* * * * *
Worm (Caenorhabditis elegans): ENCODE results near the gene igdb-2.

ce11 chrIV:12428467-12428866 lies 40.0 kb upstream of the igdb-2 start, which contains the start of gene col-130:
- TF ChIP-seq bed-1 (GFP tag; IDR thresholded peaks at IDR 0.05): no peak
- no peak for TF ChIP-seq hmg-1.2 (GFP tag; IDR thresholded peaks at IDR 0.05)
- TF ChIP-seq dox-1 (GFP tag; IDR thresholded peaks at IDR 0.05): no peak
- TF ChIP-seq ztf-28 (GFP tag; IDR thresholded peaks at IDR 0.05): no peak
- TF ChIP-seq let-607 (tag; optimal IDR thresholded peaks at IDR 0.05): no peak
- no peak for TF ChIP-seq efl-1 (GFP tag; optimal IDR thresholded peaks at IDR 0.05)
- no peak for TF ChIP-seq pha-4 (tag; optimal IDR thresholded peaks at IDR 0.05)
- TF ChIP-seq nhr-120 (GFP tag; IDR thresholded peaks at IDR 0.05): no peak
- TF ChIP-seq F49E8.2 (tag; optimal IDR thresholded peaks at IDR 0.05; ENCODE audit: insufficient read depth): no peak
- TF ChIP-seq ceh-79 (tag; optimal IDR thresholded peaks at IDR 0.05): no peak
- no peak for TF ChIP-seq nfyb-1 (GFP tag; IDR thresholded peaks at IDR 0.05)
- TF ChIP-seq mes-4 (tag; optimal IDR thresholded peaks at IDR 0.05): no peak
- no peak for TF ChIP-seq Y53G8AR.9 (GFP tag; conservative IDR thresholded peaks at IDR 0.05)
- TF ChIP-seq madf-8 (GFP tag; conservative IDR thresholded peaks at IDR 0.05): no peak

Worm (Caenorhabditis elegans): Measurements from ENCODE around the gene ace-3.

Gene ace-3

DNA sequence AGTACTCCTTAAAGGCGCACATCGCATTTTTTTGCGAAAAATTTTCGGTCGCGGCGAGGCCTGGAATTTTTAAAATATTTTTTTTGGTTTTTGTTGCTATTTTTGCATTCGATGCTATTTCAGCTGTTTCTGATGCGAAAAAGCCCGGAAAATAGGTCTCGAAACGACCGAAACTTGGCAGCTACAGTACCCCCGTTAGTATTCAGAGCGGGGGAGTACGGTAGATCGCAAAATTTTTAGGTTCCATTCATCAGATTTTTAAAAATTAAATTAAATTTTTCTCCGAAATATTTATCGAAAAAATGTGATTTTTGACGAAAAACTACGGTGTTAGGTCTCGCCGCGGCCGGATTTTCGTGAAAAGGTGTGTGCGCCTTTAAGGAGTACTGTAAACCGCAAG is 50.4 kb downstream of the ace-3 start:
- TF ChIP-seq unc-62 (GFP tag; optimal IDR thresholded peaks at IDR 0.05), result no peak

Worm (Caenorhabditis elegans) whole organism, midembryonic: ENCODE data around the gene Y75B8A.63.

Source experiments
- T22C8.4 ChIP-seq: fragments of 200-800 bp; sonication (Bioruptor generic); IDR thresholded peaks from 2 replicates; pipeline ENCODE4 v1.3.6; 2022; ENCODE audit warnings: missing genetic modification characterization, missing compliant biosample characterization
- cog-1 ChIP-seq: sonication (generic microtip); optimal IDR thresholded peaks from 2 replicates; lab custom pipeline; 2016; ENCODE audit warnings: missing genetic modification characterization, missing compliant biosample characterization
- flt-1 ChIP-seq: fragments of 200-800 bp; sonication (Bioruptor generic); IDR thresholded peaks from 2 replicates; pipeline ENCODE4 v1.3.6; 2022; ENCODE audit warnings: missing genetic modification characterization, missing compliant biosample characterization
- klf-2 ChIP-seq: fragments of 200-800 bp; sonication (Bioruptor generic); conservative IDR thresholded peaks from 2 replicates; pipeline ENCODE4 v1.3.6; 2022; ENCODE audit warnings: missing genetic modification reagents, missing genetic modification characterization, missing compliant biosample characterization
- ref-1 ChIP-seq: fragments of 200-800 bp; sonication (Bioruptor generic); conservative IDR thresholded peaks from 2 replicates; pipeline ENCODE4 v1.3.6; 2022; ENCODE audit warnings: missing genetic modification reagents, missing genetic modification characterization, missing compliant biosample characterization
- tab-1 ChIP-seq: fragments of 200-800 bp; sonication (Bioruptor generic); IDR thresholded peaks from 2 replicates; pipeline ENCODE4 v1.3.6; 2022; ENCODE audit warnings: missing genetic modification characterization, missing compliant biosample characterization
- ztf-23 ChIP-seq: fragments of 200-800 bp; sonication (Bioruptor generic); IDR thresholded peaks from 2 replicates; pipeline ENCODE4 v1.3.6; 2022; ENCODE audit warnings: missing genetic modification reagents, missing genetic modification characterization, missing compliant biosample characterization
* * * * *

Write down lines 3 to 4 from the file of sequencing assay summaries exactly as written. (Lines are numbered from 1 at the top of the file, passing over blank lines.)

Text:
- TF ChIP-seq bed-1 (GFP tag; IDR thresholded peaks at IDR 0.05): no peak
- no peak for TF ChIP-seq hmg-1.2 (GFP tag; IDR thresholded peaks at IDR 0.05)